What Does Isolation Do To Our Brains?
Very Interesting|September/October 2020
The countrywide lockdown is vital for slowing the spread of COVID-19. But why is it so tough for us to stay at home and what are the consequences?
Dean Burnett

Stay at home. Don’t visit friends and family, and don’t have them visit you. Keep clear of strangers. These don’t sound like particularly challenging instructions. Except, if you look at the news, at social media, or even out of the window at times, it’s clear that a lot of people are struggling with the whole ‘social isolation’ thing. Why? What could be difficult about not going to work and not engaging with others?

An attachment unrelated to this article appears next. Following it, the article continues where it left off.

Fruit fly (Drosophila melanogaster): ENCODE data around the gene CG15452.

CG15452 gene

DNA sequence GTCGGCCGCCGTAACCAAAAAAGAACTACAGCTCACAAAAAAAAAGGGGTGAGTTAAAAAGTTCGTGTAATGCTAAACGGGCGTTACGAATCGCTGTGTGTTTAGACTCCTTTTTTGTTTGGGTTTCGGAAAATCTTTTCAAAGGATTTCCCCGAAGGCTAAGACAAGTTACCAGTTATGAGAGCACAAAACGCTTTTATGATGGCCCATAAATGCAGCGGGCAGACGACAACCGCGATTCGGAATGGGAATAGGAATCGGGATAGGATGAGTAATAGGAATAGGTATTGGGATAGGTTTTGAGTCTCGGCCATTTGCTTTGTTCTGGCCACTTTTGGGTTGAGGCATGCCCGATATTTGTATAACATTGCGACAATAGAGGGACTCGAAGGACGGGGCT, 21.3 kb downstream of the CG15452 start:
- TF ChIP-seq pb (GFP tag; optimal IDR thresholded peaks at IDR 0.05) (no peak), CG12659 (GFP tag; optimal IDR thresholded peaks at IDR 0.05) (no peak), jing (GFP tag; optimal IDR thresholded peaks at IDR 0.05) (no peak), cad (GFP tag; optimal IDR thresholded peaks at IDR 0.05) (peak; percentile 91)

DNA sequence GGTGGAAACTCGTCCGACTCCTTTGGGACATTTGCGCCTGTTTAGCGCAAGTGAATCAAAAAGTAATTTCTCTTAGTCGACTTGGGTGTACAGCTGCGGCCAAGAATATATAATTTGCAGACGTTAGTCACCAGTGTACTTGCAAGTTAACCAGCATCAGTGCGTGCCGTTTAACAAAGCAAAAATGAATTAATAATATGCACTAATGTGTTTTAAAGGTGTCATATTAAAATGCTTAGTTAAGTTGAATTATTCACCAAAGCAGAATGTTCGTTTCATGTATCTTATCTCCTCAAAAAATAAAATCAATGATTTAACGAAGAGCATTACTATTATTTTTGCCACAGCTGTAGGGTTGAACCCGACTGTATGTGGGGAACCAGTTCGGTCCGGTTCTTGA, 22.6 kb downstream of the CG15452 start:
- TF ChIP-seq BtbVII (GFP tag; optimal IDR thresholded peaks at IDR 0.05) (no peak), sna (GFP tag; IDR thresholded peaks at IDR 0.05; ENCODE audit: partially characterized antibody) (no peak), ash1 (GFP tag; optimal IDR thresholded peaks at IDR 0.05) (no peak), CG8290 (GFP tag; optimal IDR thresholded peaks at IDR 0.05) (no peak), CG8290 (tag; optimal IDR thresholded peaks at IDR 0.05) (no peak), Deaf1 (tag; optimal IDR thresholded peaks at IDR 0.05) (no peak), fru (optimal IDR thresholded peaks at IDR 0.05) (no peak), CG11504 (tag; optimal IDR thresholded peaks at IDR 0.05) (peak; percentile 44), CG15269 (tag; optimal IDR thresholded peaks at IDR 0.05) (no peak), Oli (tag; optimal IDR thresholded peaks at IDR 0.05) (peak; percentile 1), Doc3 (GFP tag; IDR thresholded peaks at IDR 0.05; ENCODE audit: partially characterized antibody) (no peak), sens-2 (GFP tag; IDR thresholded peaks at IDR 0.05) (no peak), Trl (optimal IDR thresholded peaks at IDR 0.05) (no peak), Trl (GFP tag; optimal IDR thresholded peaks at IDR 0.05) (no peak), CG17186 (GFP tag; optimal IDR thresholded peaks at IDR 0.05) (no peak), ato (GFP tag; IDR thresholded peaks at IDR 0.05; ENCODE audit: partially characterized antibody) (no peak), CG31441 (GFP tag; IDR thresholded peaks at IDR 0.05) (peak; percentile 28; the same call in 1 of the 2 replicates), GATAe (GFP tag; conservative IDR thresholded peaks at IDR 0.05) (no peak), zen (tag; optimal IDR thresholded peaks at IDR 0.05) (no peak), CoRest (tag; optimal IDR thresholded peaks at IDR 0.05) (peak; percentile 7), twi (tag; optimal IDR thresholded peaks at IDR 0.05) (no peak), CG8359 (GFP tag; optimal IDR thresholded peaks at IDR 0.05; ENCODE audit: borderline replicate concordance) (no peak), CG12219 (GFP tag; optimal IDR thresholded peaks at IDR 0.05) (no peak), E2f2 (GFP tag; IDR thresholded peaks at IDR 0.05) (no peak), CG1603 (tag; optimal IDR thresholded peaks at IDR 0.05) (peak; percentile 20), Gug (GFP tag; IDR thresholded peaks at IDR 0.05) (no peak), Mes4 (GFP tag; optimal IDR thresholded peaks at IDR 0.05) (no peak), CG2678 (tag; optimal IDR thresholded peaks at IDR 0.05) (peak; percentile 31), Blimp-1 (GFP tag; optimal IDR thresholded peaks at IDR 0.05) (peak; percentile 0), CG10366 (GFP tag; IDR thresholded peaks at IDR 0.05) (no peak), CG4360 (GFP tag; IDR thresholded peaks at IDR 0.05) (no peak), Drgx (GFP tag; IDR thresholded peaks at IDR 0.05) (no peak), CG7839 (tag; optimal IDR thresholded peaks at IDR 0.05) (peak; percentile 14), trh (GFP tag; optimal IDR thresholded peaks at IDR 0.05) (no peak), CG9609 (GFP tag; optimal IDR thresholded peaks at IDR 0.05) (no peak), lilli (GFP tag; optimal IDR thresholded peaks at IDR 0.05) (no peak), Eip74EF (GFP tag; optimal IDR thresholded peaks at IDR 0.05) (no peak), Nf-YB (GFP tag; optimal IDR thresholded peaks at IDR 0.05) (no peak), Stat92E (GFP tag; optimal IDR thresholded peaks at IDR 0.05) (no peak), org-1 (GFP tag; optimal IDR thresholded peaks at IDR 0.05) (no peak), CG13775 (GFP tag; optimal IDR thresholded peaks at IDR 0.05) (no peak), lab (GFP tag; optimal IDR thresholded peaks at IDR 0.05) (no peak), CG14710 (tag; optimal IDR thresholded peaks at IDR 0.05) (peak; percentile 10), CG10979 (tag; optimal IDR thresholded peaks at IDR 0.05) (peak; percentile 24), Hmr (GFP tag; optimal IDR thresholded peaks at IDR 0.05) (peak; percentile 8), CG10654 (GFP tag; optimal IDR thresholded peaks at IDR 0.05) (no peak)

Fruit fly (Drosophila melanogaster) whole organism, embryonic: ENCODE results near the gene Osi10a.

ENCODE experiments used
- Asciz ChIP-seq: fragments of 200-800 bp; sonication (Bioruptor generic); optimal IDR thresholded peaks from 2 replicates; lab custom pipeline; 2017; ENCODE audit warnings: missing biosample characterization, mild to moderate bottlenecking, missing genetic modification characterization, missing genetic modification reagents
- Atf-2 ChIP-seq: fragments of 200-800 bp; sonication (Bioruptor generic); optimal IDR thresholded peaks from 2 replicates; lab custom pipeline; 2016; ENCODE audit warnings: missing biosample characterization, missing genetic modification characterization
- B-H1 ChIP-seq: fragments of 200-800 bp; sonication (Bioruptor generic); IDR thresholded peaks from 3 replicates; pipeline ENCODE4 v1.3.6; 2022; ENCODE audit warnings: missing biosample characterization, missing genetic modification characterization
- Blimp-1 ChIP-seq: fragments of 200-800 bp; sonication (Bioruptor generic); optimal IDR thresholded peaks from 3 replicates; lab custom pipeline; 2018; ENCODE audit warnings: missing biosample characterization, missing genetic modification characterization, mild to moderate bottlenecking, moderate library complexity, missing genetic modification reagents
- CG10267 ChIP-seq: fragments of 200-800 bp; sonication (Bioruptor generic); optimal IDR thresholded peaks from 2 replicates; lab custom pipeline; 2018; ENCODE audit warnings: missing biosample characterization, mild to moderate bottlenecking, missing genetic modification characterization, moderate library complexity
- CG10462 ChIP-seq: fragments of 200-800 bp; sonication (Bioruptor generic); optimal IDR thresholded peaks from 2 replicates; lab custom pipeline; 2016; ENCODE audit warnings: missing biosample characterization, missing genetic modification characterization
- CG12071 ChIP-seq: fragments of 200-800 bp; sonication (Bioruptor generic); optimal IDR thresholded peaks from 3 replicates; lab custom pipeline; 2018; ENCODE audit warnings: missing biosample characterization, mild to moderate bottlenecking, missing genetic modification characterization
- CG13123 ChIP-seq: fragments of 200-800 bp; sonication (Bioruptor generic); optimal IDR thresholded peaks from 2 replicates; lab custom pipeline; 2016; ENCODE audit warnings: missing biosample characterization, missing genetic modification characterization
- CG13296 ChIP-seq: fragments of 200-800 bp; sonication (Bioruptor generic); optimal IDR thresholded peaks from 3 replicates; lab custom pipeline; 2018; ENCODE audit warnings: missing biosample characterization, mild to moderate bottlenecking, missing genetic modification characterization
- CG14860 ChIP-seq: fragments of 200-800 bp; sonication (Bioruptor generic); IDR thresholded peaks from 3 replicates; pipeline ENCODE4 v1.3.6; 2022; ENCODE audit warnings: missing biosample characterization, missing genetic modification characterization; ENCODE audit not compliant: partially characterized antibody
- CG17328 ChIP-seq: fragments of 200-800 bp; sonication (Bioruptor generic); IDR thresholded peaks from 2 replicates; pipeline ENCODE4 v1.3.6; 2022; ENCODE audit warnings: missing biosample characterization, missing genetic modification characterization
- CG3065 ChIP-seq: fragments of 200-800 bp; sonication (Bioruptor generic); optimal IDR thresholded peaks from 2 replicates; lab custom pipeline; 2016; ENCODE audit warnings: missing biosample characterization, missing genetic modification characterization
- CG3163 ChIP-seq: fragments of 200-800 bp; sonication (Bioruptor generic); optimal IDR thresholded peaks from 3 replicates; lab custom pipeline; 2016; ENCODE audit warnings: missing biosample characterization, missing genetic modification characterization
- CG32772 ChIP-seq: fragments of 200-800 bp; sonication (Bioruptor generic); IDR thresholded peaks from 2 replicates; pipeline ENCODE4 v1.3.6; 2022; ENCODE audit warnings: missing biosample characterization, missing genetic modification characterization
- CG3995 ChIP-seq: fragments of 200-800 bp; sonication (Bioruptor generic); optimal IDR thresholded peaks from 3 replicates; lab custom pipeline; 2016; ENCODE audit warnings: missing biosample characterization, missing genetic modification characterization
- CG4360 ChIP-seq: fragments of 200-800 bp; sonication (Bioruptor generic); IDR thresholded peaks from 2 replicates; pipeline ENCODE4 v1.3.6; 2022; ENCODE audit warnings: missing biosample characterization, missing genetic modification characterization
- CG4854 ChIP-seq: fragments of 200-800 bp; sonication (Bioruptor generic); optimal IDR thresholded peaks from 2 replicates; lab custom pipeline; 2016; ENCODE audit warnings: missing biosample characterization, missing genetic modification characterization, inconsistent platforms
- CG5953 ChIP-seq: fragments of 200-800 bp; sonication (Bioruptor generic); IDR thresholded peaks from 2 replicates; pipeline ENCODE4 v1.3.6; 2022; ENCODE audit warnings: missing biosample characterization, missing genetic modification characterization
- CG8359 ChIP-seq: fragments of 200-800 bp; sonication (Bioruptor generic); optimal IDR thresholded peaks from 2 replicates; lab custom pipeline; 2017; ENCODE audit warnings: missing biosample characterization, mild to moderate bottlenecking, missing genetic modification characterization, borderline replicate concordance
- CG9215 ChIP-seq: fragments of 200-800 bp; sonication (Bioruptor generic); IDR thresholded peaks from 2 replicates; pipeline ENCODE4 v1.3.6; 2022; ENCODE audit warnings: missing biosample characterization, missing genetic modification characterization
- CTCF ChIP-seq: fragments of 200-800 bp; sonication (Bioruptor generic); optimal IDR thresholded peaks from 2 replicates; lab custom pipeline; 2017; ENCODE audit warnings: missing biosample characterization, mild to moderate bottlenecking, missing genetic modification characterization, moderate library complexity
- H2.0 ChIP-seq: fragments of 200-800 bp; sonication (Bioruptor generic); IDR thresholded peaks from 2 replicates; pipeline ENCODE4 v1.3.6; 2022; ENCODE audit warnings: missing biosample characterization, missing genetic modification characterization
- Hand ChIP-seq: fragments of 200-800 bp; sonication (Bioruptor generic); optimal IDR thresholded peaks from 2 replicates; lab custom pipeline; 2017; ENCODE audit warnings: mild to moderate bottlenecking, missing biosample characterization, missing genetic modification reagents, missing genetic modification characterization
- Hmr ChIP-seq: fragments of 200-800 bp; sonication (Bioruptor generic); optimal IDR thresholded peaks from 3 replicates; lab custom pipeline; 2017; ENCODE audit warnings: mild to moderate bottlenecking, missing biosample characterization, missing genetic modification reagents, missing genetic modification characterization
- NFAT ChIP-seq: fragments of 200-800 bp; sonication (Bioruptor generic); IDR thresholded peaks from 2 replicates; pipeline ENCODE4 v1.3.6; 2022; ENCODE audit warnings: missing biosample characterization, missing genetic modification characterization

As it happens, everything. We, humans, are an incredibly social species, arguably more so than any other on Earth. Our brains have evolved for socialization in a variety of different ways, which means this social isolation instruction is a pretty big ask, with a number of consequences.

Our brains have evolved for socialisation

Why do humans have such big, smart, resource-hungry brains at all? There are a lot of theories around this, but one of the more prominent ideas is the ‘ecological dominance-social competition model’. This argues that early human tribes were so communal, so cooperative, so successful, that they neutralised all the natural factors that usually drive evolution. Predators? Finding food? Or mates? When you were born into a human tribe, none of these things were an issue – others took care of it, so they weren’t a threat to your survival, so ‘traditional’ natural selection was disrupted.

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